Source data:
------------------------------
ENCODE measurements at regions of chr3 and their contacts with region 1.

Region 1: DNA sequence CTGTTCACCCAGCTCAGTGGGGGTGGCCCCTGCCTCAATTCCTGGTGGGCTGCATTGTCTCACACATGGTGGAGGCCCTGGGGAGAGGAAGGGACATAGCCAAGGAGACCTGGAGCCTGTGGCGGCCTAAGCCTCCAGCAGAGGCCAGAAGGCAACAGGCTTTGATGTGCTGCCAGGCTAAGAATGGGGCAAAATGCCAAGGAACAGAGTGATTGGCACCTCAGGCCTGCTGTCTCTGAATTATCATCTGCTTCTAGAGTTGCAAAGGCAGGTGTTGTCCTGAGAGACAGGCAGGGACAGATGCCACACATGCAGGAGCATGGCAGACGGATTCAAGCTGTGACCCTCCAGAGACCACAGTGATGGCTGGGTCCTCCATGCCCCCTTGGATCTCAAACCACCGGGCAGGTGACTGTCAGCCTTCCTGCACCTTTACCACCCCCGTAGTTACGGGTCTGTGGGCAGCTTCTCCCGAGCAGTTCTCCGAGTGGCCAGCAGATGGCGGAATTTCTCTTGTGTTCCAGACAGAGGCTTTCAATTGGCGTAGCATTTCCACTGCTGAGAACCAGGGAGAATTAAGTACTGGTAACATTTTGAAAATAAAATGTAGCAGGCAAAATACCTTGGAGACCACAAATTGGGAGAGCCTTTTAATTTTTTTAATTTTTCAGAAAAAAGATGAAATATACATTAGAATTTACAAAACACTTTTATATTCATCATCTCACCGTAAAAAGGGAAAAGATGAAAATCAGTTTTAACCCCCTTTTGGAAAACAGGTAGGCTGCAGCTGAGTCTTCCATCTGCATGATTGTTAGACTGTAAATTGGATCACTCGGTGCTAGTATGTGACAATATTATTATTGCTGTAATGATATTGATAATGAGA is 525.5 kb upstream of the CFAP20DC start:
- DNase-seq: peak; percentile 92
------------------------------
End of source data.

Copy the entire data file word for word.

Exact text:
ENCODE measurements at regions of chr3 and their contacts with region 1.

Region 1: DNA sequence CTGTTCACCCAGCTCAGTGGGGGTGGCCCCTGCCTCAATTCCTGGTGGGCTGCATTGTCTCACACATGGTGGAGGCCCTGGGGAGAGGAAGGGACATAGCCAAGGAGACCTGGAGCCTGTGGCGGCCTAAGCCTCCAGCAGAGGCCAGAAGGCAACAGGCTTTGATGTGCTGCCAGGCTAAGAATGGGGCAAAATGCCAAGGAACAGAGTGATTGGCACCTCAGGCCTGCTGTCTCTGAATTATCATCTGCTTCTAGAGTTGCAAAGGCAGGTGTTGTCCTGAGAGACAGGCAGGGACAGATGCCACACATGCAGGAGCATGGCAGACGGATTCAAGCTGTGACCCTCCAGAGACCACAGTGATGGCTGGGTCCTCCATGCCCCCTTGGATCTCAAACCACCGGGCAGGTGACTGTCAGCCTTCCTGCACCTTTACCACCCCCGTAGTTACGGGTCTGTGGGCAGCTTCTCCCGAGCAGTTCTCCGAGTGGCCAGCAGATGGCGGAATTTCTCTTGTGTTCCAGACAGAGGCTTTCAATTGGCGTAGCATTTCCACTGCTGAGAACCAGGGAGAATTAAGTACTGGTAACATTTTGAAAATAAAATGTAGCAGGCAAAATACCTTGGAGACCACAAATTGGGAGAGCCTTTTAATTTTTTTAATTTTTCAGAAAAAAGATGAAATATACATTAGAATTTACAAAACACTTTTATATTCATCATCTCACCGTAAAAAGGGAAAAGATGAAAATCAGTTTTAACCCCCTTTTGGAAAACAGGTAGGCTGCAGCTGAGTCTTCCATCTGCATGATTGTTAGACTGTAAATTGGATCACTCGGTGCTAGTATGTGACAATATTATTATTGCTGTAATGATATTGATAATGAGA is 525.5 kb upstream of the CFAP20DC start:
- DNase-seq: peak; percentile 92